WASHINGTON, March 25 (UPI) -- The United States and other nations hailed President George W. Bush's trip to Latin America a success despite the fact that any final trade deal is years away and may still face major hurdles both from other nations and with Washington lawmakers, experts and analysts told United Press International Monday.
Bush pushed an aggressive message of bilateral trade in his whirlwind, four-day, three-city tour to Mexico, Peru and El Salvador. He also culled support for the Free Trade Area of the Americas -- a pact that would open U.S. markets to all nations in both North and South America.
Officials in the region signalled optimism about the trip a day after Bush returned to the United States. But policy experts say Congress could be a serious stumbling block to Bush's pact to open U.S. markets.
Allan Wagner, Peru's ambassador to the United States, told a Lima radio station Monday that Bush's visit signaled a new foundation for relations between the two countries. Officials there also said U.S. Department of Commerce Secretary Don Evan's planned trip to the region could spur an increase in exports.
Others said the trip was more symbolic. Bush's Peru stop, for example, was the first such visit by a sitting United States president.
"President Bush's trip was primarily of symbolic importance and was meant to be," said George Vickers, regional director of Latin American affairs for the Open Society Institute, a think tank founded by American businessman George Soros. "There were not new announcements, despite expectations."
Peter Hakim, president of the InterAmerican Dialogue, an independent Washington policy group, said the first part of Bush's two-part trip was clearly a success. At the United Nations International Conference on Financing for Development, Bush announced new funding for development aid, which was matched by European countries.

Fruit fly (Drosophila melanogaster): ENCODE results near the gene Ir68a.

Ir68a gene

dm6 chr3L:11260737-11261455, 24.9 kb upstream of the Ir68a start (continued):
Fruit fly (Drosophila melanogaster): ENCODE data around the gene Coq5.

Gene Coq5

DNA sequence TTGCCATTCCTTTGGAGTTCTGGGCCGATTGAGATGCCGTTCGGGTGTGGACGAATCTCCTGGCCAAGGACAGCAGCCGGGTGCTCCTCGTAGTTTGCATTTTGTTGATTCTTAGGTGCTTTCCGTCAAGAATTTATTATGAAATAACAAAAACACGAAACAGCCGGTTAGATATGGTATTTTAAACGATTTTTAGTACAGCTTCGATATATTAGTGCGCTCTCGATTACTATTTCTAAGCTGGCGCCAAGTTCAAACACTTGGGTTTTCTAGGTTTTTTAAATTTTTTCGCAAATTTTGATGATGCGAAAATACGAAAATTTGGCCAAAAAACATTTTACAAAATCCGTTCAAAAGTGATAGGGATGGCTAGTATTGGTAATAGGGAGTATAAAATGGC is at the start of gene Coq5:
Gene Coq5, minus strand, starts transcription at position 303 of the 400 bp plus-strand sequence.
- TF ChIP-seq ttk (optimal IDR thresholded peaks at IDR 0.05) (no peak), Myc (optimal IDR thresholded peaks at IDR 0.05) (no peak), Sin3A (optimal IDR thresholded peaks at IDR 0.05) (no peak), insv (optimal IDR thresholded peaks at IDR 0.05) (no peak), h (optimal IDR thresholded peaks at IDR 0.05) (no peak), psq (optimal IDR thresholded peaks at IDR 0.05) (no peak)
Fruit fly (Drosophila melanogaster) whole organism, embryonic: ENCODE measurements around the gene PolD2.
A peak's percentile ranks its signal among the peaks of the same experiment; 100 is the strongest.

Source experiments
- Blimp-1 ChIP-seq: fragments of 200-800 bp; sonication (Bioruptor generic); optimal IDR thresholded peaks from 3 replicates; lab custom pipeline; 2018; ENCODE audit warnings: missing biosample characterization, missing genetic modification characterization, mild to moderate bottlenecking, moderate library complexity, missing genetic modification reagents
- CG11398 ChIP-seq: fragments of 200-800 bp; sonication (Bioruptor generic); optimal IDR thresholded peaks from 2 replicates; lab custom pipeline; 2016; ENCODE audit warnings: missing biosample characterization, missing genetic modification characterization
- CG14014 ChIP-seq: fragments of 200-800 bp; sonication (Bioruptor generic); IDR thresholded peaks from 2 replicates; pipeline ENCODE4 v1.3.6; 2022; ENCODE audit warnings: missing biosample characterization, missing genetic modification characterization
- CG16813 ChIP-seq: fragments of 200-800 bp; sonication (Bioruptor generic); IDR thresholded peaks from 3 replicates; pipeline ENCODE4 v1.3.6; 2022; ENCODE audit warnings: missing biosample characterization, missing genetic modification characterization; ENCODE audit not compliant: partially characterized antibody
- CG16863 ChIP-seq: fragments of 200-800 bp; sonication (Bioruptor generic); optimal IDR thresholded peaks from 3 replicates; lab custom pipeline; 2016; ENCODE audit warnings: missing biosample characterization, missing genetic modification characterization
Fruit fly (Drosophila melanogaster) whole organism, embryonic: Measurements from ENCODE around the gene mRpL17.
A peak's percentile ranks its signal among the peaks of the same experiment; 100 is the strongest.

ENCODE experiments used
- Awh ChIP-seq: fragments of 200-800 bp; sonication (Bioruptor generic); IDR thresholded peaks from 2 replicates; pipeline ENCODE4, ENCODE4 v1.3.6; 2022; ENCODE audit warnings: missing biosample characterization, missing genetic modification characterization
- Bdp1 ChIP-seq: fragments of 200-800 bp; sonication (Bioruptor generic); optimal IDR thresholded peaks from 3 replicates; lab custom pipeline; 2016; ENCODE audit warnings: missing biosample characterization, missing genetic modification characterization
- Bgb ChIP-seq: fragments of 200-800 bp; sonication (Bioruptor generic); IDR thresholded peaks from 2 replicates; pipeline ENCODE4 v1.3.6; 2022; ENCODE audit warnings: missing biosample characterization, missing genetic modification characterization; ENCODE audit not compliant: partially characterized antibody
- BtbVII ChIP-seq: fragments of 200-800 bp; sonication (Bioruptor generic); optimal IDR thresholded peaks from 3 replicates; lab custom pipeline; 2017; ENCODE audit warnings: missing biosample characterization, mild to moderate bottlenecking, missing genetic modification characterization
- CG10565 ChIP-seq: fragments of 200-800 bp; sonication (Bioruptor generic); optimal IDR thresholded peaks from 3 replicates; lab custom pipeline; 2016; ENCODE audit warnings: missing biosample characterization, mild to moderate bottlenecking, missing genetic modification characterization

But after the conference, the trip was not as robust in terms of concrete products, Hakim said.
"The rest of the trip was a bit sluggish. There were no real deliverables," Hakim said. "No new program announcements (were made) of any size, scope or originality."
What leaders in the region had expected, Hakim said, was for Bush to deliver a U.S. Senate vote on the Andean Trade Preferences Act, which he could not do.
The measure was signed into law in 1991, doubling U.S. imports from participating nations. It expired in December 2001. A bill to renew and expand the program passed the U.S. House of Representatives but has yet to clear the Senate. Vickers suggested the Andean nations might have fared better if they sought only a renewal and not an expansion of the pact.
"The United States House of Representatives has moved this legislation. It is stuck in the Senate, and I urge the Senate to act," Bush said while in Peru. During a meeting between Bush and leaders from Andean nations, one head of state accused the Senate of "'manana-ing' this (issue) to death."
Saying "manana," or "tomorrow," in Spanish, can mean something is not important enough to deal with immediately.
But on the whole, Hakim described the Central American region as unstable and unattractive to investment. He pointed to the collapse of Argentina's economy, continued brutal violence within Colombia that Hakim said had reached new levels of ruthlessness, and a polarized Venzuela which also remains unsettled. Those factors, he said, would make it difficult to get support for increased trade.
Policy experts say Bush faces a two-fold dilemma in advancing his hemispheric trade initiative. First, domestic politics will likely be a stumbling block since much opposition to the proposal remains in Congress. Second, Brazil and some of the other Latin American countries have been able to successively resist the effort, wanting instead, trade agreements with sub-regional blocks, Vickers said.
Democratic critics had suggested the trip pandered to Hispanic voters.
Hispanics in the United States now number more than 42.5 million and are the largest minority group, representing nearly 15 percent of the entire population. They are expected to represent a a key voting block in Bush's re-election campaign.